The letter from the HCDC reiterates the point made by Miah's petition that "exhaust from the trucks poses a serious health risk to the large number of children and senior citizens who live on Columbia Street" and continues:
The HCDC views the high number of heavy trucks on Columbia and State Streets as an egregious example of environmental injustice. For the last seven or eight years the low-income residents of the Second Ward have suffered from the injustice of these trucks using their neighborhood as a thoroughfare, and they have finally found their voice. Hudson needs to address this injustice.
The letter also addresses "another form of injustice mentioned in the petition: the high cost of damage to city streets by Class 8 trucks," asserting: "The harmful impact goes beyond potholes and ruts, and extends to the high taxes paid by city residents, who must pay for the constant maintenance and repair to streets not built for such heavy axles."

The following course of action is urged by the letter:
The solution is to refuse to spread the harmful impact of these heavy trucks to city streets west of 3rd Street. None of the streets west of 3rd Street, including as well as Warren, Union, and Allen Streets, are on the City’s Truck Route. The City Code is clear that trucks belong on the defined truck route and must not use roads off the truck route except for local delivery. . . . 
The heavy trucks spewing soot along Columbia Street were never entitled to use that road and could have been ticketed for straying off the truck route, which goes no further west than 3rd Street. They are not making local deliveries in the Second Ward. Instead, they are delivering to a dock in the 1st ward via a private road, and choosing to go through the 2nd ward for their return trip, instead of via the private road. We understand that there is ample space . . . for the trucks to turn around for the return trip, which was contemplated by the zoning restriction in place when Colarusso acquired the property.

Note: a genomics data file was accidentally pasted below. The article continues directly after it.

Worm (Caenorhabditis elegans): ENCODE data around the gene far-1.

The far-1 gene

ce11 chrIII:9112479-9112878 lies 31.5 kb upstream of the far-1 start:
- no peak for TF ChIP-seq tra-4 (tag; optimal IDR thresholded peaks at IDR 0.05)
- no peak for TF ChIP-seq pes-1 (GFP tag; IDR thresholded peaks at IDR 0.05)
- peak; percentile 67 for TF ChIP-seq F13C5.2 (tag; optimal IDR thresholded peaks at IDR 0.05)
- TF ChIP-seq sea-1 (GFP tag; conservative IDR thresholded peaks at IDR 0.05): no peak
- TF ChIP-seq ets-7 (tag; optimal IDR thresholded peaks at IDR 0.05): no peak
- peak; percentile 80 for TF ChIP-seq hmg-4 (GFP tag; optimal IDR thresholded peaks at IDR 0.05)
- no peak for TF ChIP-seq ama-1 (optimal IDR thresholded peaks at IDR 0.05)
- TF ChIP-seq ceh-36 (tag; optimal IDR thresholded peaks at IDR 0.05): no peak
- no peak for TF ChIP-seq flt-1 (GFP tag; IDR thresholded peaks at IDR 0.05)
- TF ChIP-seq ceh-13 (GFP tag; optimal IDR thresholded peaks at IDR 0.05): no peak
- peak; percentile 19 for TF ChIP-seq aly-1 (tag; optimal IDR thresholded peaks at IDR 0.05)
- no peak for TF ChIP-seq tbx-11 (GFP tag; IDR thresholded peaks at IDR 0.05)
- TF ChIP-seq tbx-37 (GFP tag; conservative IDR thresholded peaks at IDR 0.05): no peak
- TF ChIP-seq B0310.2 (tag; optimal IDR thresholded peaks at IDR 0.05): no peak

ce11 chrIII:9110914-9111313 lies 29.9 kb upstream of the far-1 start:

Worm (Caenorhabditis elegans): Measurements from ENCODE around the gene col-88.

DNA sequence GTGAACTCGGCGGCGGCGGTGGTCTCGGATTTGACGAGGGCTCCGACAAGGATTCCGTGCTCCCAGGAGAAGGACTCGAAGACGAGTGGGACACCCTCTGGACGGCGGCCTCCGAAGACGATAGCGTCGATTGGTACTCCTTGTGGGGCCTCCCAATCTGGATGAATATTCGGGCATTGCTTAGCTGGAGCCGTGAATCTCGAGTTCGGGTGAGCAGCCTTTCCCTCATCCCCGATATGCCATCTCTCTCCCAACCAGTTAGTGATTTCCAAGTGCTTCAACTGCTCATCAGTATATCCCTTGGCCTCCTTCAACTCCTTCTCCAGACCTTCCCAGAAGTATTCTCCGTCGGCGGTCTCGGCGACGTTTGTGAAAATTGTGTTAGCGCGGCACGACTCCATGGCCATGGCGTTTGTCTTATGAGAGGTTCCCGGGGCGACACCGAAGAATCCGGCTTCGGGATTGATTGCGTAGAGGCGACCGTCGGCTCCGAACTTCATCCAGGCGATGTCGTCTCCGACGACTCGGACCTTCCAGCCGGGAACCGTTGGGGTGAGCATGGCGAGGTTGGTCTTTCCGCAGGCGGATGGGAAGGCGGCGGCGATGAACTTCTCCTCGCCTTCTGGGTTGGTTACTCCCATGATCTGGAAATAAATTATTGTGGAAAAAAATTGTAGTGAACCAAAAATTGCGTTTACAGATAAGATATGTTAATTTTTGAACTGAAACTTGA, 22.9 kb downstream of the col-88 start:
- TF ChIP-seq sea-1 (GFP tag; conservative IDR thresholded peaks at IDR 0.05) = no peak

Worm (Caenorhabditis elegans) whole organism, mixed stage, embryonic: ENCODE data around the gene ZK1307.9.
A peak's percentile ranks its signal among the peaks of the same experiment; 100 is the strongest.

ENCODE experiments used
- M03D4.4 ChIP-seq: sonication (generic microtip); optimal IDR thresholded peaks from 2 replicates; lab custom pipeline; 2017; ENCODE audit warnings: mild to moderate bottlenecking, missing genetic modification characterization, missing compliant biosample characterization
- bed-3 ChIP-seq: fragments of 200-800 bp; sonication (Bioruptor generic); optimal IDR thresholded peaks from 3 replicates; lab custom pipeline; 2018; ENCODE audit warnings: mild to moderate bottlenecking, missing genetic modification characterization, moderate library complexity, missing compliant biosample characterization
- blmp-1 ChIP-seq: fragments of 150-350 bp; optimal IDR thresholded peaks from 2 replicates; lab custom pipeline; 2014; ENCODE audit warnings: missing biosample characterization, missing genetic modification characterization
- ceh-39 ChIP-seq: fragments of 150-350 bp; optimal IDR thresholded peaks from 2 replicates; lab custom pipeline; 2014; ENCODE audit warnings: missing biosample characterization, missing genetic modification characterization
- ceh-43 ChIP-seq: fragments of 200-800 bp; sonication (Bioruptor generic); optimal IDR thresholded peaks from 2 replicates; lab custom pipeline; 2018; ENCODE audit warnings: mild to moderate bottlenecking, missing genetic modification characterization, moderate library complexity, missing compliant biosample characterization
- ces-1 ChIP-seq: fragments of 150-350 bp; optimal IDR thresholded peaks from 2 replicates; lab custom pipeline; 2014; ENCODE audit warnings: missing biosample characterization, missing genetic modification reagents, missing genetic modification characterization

We urge [the] City to address an injustice too long oppressing Hudson residents who live west of the Truck Route. . . .
Forcing Colarusso to use the road through South Bay for trips both to and from the waterfront is the same solution proposed back in 2011 by then Council president Don Moore, when it was O&G not Colarusso that was running gravel trucks through the city: "To and Fro, from the Quarry to the Dock." That it never happened was because the Department of Transportation would not allow the trucks to make a left turn onto Route 9G from the haul road, then known as the "causeway," making it necessary for the trucks to make the return trip on city streets or make a longer journey back to the quarry by way of Route 23 and Fingar Road. 

The entire letter from the HCDC can be found here. Reading it is recommended as prep for this evening's ad hoc committee meeting. Also recommended reading is this Gossips post from June 2013: "The Tyranny of Trucks." It summarizes the issues we are still facing, nine years later.

The ad hoc committee meeting begins at 6:00 p.m. The meeting is a hybrid--taking place in person at City Hall and on Zoom. Click here to join remotely.